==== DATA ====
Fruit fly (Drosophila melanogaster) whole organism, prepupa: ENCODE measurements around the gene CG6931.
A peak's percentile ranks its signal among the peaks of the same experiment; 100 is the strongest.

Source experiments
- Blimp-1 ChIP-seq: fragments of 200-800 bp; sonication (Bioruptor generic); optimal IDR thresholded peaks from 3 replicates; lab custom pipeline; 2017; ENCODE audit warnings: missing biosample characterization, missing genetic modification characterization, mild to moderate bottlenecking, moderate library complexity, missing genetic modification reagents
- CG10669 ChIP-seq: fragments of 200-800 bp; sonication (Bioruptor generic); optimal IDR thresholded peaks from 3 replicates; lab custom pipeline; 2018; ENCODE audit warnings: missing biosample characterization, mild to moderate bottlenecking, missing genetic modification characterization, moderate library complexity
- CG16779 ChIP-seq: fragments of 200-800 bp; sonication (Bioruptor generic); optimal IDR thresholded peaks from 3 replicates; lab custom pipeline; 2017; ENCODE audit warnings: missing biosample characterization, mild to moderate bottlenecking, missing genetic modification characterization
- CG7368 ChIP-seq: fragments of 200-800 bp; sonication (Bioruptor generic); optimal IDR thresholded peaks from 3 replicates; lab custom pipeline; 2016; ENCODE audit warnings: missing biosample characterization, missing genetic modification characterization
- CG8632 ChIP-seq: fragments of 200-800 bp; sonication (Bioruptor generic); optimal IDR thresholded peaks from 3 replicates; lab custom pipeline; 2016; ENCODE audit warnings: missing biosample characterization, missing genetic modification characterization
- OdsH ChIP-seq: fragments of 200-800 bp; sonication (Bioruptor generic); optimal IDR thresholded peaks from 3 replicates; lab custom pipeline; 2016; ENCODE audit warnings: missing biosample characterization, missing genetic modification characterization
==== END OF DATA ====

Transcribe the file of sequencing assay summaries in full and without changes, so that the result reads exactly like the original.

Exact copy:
Fruit fly (Drosophila melanogaster) whole organism, prepupa: ENCODE measurements around the gene CG6931.
A peak's percentile ranks its signal among the peaks of the same experiment; 100 is the strongest.

Source experiments
- Blimp-1 ChIP-seq: fragments of 200-800 bp; sonication (Bioruptor generic); optimal IDR thresholded peaks from 3 replicates; lab custom pipeline; 2017; ENCODE audit warnings: missing biosample characterization, missing genetic modification characterization, mild to moderate bottlenecking, moderate library complexity, missing genetic modification reagents
- CG10669 ChIP-seq: fragments of 200-800 bp; sonication (Bioruptor generic); optimal IDR thresholded peaks from 3 replicates; lab custom pipeline; 2018; ENCODE audit warnings: missing biosample characterization, mild to moderate bottlenecking, missing genetic modification characterization, moderate library complexity
- CG16779 ChIP-seq: fragments of 200-800 bp; sonication (Bioruptor generic); optimal IDR thresholded peaks from 3 replicates; lab custom pipeline; 2017; ENCODE audit warnings: missing biosample characterization, mild to moderate bottlenecking, missing genetic modification characterization
- CG7368 ChIP-seq: fragments of 200-800 bp; sonication (Bioruptor generic); optimal IDR thresholded peaks from 3 replicates; lab custom pipeline; 2016; ENCODE audit warnings: missing biosample characterization, missing genetic modification characterization
- CG8632 ChIP-seq: fragments of 200-800 bp; sonication (Bioruptor generic); optimal IDR thresholded peaks from 3 replicates; lab custom pipeline; 2016; ENCODE audit warnings: missing biosample characterization, missing genetic modification characterization
- OdsH ChIP-seq: fragments of 200-800 bp; sonication (Bioruptor generic); optimal IDR thresholded peaks from 3 replicates; lab custom pipeline; 2016; ENCODE audit warnings: missing biosample characterization, missing genetic modification characterization